Rob Marsh has a wide experience with all aspects of sustainability over 25 years, including R&D, consultancy and architectural practice. A special focus has been how sustainability can be integrated into the architectural design process at the earliest possible stages, and be used to widen the role of architectural practice during the procurement process. An interest in holistic approaches to sustainability has given insights into how changing technical and regulative paradigms have through time impacted architectural approaches to sustainability.
Exploring the paradox of Nordic passive solar architecture: on the negative consequences of changing regulative paradigms and architectural responses from 1970 to 2020.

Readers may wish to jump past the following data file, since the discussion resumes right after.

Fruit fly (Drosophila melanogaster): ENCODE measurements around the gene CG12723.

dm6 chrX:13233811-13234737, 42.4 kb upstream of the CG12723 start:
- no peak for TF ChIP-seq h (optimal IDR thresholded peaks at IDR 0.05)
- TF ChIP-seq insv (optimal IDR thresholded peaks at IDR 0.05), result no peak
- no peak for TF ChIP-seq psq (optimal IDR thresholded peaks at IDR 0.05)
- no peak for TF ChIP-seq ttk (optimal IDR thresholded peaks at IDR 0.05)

This presentation examines the paradox of passive solar architecture within the Nordic context of Denmark, Norway and Sweden. Regulative developments to reduce space heating demand since the 1970s are explored, highlighting the rise in prominence of passive solar design. An empirical study of passive solar housing schemes documents energy savings and extensive problems with overheating. A theoretical study examines how passive solar was seen as advantageous when viewed with the space heating paradigm, but actually resulted in the diametrically opposite, with extensive overheating, when viewed with the newer environmental paradigm. The paradox of passive solar is then explored with a discussion of how the regulative straightjacket of the space heating paradigm and the functionalist ideals of Nordic modernism meant that passive solar architecture became the de-facto visual, aesthetic and functional expression of environmental design at that time. The article concludes by exploring the implications of the environmental paradigm for the architectural